Major spoilers below for Fear the Walking Dead's latest episode, so be warned!
Despite Fear the Walking Dead shifting away from the anthological episodic approach that made the first batch of episodes so distinct and acclaimed, I'm still convinced Season 6 is the zombie drama's best run yet. Episode 11, "The Holding," definitely kept those views intact with its long-awaited introduction to the villainous "End Is The Beginning" group and its bearded leader Teddy, as portrayed by Smallville vet John Glover. Like some of the best antagonists in the Dead franchise, this cult-esque group isn't 100% evil, even if it's fueled by ideas that initially sound totally batshit.
Ahead of Episode 11 hitting AMC and its streaming service AMC+, CinemaBlend spoke with new Fear the Walking Dead recruit Nick Stahl, of Carnivale and Terminator 3 fame. Here's what he told me when I asked for his first impressions about the new group:
Considering how much set-up went into this episode-long introduction, I was quite relieved that even though Alicia did her best to fuck the underground group's world up, they were definitely proven to be more than a one-and-done threat by the end of the episode. Now let's dive deeper into their overall philosophy!
Why Teddy's Group Is "Somewhat Attractive" To Nick Stahl
Even though Fear the Walking Dead viewers weren't privy to much information about the new group ahead of "The Holding" airing, fans know what the deal is when it comes to large groups of characters who appear to be doing just fine in the post-apocalypse. Since, you know, nobody is doing just fine in the post-apocalypse. So while Nick Stahl's Riley, Chinaza Uche's Derek and the other new characters do not appear to be either total villains or victims at first glance, that obviously gets upended as the story moves forward. But even still, nobody's coming across as a total monster, and that dubious balance played a lot into how Stahl approached the wrong from an acting standpoint. In his words:
I'm sure most of the people reading this, and the majority of Fear the Walking Dead fans in general, would like to believe they'd keep to virtuous high roads in times of chaos and panic. We'd all love to be the Johns and the Junes of the world - or at least the not-dead versions - and there definitely would be a lot of people just like that out there if the world ever fell to a zombie outbreak. But there would absolutely also be groups just like Teddy's, where well-minded survival instincts become overtly tainted with various forms of mental degradation, to the point where you have a room full of deluded people staring at a flora-covered walker as if it's Christ on a cross.
Still, the reason why groups like that are successful is partly because their leaders often do sincerely have members' best wishes in mind, at least at first. To that end, Nick Stahl says this is basically the case with Teddy's second banana Riley, and he also pointed out how Teddy's group compares to similar real-life groups by way of its recruitment process. In his words:
When first learning about the underground group, it wouldn't be outlandish to compare the grow-work-survive ethic to that of a traditional commune. And for the most part, Nick Stahl's Riley doesn't exactly seem like he's trying to lie or fool Alicia's group upon their arrival, and it's mostly after the show's protagonists start dismantling the group's settlement and ideals that Riley and others become more threatening. Of course, it all sounds a lot more suspect after the room full of walkers is discovered, and after learning they were indeed responsible for Tank Town's destruction.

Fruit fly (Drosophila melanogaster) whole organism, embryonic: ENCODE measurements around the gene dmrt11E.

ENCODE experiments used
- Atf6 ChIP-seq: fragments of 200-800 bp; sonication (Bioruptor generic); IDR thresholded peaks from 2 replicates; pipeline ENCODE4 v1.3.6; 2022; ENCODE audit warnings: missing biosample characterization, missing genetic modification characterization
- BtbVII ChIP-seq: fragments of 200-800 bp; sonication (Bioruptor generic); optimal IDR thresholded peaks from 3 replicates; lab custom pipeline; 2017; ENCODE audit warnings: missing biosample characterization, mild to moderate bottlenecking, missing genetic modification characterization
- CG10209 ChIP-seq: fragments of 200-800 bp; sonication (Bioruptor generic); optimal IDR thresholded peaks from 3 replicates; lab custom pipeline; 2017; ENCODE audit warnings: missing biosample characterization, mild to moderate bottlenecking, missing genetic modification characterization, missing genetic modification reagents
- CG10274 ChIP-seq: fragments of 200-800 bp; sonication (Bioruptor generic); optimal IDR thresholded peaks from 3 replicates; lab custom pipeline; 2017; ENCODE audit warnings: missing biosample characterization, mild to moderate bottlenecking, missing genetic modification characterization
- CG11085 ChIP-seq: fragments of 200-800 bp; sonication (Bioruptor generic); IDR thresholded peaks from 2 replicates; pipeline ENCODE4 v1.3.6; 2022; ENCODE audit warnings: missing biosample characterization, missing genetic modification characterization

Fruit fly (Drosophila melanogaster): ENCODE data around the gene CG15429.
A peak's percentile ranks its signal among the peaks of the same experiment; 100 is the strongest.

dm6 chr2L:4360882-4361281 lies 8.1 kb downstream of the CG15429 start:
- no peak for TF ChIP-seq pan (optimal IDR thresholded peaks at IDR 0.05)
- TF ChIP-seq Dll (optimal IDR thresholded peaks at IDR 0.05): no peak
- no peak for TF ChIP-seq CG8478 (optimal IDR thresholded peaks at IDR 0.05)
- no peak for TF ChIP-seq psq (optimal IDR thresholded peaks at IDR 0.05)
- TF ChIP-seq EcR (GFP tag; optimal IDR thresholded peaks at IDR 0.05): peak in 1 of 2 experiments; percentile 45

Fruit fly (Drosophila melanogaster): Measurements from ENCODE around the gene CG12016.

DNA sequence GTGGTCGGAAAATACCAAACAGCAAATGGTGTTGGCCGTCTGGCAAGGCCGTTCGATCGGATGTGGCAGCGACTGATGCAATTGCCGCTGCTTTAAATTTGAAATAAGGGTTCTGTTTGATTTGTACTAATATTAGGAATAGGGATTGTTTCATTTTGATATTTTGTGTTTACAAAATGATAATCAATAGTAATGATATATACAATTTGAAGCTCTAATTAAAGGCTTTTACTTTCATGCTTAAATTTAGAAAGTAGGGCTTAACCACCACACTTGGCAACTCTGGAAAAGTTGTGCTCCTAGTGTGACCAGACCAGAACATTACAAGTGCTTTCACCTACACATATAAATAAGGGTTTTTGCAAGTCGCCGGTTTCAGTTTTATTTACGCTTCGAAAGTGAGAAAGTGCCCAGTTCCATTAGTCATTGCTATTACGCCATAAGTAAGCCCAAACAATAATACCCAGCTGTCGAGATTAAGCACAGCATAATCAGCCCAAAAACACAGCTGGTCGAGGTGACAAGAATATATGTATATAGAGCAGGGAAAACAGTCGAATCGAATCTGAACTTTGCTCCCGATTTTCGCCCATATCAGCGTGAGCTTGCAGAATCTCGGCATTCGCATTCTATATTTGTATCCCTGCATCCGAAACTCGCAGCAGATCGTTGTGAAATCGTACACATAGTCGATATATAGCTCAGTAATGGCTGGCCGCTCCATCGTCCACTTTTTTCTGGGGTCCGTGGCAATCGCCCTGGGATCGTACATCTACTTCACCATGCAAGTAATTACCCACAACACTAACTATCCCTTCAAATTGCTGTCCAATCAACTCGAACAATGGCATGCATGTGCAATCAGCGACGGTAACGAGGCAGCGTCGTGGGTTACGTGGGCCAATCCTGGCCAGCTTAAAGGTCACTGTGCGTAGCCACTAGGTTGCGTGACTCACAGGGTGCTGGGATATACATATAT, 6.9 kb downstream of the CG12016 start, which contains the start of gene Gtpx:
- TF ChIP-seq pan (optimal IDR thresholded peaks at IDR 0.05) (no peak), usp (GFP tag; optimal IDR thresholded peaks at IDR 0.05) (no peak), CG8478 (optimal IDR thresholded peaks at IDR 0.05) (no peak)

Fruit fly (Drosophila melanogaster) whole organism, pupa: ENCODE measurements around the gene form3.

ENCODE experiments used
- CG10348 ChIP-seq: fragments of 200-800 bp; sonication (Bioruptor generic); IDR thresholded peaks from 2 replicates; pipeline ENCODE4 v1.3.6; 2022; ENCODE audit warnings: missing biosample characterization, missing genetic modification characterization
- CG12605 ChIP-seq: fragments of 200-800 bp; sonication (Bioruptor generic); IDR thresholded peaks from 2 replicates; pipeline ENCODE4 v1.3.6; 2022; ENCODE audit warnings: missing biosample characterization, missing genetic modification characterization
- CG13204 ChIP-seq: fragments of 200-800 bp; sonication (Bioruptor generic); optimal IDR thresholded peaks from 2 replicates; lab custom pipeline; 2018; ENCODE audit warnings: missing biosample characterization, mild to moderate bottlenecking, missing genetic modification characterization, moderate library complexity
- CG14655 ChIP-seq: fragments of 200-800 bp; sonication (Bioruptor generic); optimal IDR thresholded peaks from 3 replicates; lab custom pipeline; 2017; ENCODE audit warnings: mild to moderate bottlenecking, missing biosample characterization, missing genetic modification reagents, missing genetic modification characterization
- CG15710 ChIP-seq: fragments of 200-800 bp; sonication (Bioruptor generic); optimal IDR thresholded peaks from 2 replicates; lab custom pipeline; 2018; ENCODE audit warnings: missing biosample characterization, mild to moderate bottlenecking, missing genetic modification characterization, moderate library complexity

Why Teddy Has So Many Followers
I don't want to make any petty generalizations here, but I think we can all agree that John Glover's Teddy looks like he just woke up from leading a cult of Rip Van Winkle cosplayers. So while I think he definitely looks and acts the part quite naturally, it's mildly astonishing that Teddy convinced so many people to stick around instead of calling him a kook and going on about their post-apocalyptic days. Of course, Teddy's underground accomplishments have far more to do with his thoughts than his wild eyes and bushy facial hair. Below, Nick Stahl explains what makes Teddy such a good leader.
Nick Stahl really does hit the nail on the head with that explanation.The biggest draw-in factor for these group members likely isn't the hot food, the concrete living situation or the sense of community - not that any of those hurt - but rather Teddy's way of making the concept of death less intense and harrowing. In the end, that might very well be what people want the most, and if it comes wrapped in double-speak and hippie-leaning mantras, so be it.
Fear the Walking Dead airs Sunday nights on AMC at 9:00 p.m. ET, and we're hoping to see a lot more from Rubén Blades' Daniel Salazar getting his mind right while settling down in Lawton with Colman Domingo's Victor Strand, since that's not a combination that seems destined for peace and tranquility. And I'm also highly curious whether Alicia's multiple references to her mom are any indication that Kim Dickens' Madison Clark will somehow still make a return.
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Nick is a Cajun Country native, and is often asked why he doesn't sound like that's the case. His love for his wife and daughters is almost equaled by his love of gasp-for-breath laughter and gasp-for-breath horror. A lifetime spent in the vicinity of a television screen led to his current dream job, as well as his knowledge of too many TV themes and ad jingles.